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Listening Between the Lines: Words and gestures working together

Listening Between the Lines: Words and gestures working together
on June, 20 2013

“The most important thing in communication is to hear what isn’t being said.”
– Peter Drucker

Every expert in the field of effective communication says that it pays to listen more in both personal and business interactions. Oftentimes it is difficult enough to hear what’s being said. This makes trying to listen to what’s not being said so much more challenging.

Management consultant and management education leader Peter Drucker, like most successful professionals, know what effective communication is about. There are many techniques to effective communication and there’s no shortage of resources on the subject. Coaches and so-called experts are always ready to offer powerful strategies and secrets of the trade. There are various methods of listening effectively, asking the right questions, and responding properly, among others. But there’s not enough said about listening between the lines and hearing what’s not being said. Reading between the lines is about picking up on hidden cues to determine meanings not explicitly expressed. Listening between the lines is not so different.

Listening between the lines

Listeners that are at the top of their game are effective because they have the capability to find valid information using listening habits they have developed and nurtured through the years. The ability to listen effectively saves people time and businesses money. “Listening between the lines” give people a competitive edge. But what’s not being said is that half of the listening concerns non-verbal messages.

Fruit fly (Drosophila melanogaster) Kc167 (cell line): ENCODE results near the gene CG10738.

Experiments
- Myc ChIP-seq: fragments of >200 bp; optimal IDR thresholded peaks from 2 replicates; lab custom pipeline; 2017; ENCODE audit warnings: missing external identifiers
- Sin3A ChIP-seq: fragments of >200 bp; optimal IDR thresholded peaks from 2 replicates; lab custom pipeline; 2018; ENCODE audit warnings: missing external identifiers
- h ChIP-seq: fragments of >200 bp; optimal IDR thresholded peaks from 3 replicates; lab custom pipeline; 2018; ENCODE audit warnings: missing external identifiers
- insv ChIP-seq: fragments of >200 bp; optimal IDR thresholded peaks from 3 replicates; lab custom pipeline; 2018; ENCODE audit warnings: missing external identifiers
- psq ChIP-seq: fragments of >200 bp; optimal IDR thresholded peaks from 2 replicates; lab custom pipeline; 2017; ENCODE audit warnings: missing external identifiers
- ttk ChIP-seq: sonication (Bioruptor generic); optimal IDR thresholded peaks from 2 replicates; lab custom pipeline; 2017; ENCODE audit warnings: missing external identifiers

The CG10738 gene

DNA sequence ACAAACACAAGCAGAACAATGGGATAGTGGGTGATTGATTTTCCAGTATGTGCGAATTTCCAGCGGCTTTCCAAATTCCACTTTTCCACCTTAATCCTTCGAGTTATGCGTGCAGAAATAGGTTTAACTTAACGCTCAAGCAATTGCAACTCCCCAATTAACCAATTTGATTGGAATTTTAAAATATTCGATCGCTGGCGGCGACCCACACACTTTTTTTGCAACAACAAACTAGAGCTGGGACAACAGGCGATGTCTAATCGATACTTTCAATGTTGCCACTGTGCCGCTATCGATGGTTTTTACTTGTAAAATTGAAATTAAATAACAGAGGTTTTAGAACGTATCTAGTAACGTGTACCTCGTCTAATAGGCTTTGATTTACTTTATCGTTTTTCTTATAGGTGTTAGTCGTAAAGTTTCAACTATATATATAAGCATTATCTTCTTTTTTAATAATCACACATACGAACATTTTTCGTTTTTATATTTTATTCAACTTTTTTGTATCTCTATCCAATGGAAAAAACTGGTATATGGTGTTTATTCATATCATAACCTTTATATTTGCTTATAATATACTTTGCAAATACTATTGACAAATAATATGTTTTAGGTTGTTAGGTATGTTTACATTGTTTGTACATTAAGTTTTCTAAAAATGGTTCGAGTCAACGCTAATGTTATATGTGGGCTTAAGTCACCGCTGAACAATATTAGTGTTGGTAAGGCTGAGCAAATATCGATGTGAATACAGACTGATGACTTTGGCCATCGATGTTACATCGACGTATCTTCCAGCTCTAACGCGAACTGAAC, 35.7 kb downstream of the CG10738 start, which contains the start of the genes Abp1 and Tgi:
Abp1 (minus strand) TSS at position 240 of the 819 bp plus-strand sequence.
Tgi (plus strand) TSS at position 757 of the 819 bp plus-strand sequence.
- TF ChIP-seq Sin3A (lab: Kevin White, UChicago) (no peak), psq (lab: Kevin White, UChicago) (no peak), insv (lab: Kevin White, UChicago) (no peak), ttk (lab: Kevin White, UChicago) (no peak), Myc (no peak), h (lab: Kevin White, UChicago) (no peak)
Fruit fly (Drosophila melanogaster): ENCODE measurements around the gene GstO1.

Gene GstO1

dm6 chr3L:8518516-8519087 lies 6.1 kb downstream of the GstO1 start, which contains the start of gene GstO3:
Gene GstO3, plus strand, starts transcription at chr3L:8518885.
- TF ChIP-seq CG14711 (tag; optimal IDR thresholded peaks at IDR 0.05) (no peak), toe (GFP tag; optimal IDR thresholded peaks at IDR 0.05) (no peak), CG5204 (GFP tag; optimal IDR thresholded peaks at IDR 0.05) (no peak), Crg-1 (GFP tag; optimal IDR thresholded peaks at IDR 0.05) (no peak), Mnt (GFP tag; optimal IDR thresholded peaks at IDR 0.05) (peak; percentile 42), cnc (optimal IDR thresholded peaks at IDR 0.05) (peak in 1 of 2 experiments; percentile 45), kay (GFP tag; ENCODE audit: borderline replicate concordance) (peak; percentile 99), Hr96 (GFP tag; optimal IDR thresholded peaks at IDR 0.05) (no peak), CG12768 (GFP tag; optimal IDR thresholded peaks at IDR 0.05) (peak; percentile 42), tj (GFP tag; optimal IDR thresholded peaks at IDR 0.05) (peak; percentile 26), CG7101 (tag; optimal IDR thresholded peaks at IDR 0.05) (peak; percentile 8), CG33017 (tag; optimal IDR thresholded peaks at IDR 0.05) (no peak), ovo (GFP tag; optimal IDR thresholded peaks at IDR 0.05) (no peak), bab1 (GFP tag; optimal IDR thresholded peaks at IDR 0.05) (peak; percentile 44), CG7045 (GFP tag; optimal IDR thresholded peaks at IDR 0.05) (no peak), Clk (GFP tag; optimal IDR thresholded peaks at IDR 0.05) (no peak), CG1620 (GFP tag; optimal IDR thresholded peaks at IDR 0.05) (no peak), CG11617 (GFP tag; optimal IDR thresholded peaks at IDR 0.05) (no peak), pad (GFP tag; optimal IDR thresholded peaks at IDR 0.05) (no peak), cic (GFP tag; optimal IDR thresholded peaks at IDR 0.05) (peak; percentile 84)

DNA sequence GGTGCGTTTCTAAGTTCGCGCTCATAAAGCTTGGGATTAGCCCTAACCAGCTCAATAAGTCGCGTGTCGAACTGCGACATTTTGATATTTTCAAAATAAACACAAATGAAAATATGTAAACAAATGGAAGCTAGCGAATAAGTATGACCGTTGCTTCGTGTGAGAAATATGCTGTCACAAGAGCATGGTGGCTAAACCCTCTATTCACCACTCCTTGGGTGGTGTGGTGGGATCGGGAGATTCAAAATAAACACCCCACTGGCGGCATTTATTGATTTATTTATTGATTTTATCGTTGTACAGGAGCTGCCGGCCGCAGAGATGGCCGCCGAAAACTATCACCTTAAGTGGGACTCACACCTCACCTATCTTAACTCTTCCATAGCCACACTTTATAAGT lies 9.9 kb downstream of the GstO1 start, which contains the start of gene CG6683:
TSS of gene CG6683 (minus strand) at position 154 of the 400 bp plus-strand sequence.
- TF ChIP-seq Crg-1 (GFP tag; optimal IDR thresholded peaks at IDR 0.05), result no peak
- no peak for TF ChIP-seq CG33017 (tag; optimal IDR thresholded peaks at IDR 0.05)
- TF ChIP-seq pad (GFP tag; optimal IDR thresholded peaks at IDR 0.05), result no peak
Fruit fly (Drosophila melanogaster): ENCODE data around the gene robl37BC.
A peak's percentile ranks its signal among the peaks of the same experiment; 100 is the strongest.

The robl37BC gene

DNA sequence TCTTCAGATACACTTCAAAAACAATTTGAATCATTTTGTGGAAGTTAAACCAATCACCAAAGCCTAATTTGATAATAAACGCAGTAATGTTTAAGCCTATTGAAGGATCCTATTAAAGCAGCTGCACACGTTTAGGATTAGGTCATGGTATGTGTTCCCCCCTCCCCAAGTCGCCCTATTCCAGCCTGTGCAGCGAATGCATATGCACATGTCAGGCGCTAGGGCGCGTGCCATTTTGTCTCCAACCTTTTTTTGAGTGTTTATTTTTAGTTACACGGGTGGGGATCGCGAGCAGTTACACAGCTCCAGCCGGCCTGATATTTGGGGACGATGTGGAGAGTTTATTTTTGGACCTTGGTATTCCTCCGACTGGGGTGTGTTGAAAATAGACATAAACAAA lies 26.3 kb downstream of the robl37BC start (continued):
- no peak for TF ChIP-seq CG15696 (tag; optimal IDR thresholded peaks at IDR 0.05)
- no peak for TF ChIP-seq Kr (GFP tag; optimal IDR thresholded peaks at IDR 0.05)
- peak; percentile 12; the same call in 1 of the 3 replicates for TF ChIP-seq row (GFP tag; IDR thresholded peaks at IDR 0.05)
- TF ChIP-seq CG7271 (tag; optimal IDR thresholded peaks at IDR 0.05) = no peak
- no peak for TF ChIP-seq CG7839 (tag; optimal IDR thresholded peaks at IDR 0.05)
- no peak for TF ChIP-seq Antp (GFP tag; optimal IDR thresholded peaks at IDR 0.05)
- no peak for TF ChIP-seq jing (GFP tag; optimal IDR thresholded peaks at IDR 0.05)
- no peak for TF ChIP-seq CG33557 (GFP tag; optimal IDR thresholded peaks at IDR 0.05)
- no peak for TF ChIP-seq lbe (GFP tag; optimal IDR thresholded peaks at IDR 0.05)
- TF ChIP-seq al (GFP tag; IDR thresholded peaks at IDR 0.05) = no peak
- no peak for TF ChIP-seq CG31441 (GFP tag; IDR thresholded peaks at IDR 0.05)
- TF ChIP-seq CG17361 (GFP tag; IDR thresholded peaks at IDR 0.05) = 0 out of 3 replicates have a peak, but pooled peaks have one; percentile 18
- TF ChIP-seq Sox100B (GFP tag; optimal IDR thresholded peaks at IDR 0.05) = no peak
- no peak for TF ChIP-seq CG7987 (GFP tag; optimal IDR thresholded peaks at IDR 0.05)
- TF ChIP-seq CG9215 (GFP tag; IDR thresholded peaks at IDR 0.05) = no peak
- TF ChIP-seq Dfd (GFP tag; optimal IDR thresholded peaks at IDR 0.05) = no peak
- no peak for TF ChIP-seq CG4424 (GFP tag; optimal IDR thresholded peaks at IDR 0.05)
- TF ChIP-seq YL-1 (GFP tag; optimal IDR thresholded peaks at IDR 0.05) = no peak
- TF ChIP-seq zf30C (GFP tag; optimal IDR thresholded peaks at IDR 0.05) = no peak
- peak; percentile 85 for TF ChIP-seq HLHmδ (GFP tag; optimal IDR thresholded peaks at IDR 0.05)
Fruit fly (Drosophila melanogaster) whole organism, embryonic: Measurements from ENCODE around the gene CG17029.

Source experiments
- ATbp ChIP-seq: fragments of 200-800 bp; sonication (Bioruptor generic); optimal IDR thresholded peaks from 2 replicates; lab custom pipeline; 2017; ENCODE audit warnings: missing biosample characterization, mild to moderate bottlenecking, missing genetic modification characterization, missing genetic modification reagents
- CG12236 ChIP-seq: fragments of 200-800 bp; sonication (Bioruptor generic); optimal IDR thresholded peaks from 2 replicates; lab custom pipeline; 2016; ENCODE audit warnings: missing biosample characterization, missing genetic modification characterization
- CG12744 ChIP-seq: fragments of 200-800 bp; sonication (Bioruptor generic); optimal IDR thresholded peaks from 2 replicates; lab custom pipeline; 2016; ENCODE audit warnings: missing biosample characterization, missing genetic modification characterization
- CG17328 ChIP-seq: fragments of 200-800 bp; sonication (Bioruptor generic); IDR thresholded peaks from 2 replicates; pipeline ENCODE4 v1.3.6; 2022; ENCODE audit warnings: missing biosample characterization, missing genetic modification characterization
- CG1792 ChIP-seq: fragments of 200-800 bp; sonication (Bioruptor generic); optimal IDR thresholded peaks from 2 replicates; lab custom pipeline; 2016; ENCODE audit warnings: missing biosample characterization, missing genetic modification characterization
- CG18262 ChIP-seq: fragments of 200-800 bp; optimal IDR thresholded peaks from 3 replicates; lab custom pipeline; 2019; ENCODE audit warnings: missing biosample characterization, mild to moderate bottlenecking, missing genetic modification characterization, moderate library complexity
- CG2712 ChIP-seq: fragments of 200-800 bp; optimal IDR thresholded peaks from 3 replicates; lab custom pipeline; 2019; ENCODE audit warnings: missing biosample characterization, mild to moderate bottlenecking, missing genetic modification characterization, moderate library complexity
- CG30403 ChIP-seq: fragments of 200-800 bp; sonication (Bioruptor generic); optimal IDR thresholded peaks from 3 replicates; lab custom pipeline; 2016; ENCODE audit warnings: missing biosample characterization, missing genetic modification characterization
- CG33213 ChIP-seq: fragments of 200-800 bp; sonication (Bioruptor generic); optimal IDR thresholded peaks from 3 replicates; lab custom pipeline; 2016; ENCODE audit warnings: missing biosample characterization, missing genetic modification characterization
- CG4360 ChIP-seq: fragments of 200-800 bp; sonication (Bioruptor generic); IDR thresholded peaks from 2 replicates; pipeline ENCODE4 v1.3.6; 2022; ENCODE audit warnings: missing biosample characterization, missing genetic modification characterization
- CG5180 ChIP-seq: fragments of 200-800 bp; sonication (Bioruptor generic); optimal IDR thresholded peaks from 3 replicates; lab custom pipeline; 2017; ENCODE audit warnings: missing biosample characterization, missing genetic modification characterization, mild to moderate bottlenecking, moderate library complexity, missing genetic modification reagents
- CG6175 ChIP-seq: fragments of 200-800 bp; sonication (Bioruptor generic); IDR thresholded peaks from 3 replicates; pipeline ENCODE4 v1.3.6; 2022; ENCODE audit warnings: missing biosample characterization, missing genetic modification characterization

Half of human communications happen non-verbally. Every public speaker knows that they will be judged not based on what they hear but also on what they see. Listening between the lines is also about reading the message sent visually through appearance, manner, and physical behavior of the speaker.

The body as an instrument of speech

The most effective communicators know how to use every tool at their disposal. Body language can give clarity to the words being spoken. Body language can also provide helpful elements to convince the recipients of the message of the speaker’s sincerity and truthfulness. However, body language can also be a person’s downfall. If the verbal message and physical actions do not complement each other then there would be failure in communication. Simplified, the speaker’s purpose would not be achieved.

Effective communication is about knowing how to use and deliver words and how to use one’s posture, gestures, facial expression, and movements to downplay or stress part of the message being expressed. Being aware of the person’s gestures and what they really mean, especially in the context of what’s being said, could help fill in the gaps.


Gestures and speech are integrated together and help each other in language comprehension. When they convey the same information then the message is easy to understand, but when they conflict with each other, they do not facilitate understanding. These are not just important tips that could make or break a business transaction. These have important implications in everyday interpersonal interactions as well.

When words are coordinated with gestures and hands and words do the talking together, then people may have an easier time understanding each other.

Bernadine Racoma

Bernadine is a writer, researcher, professional and multi-awarded blogger and new media consultant. She brings with her a rich set of experience in the corporate world, as well as in the field of research and writing. Having taken early retirement after working as an international civil servant and traveling the world for 22 years, she has aggressively pursued her main interest in writing and research. You can also find Bernadine Racoma at .

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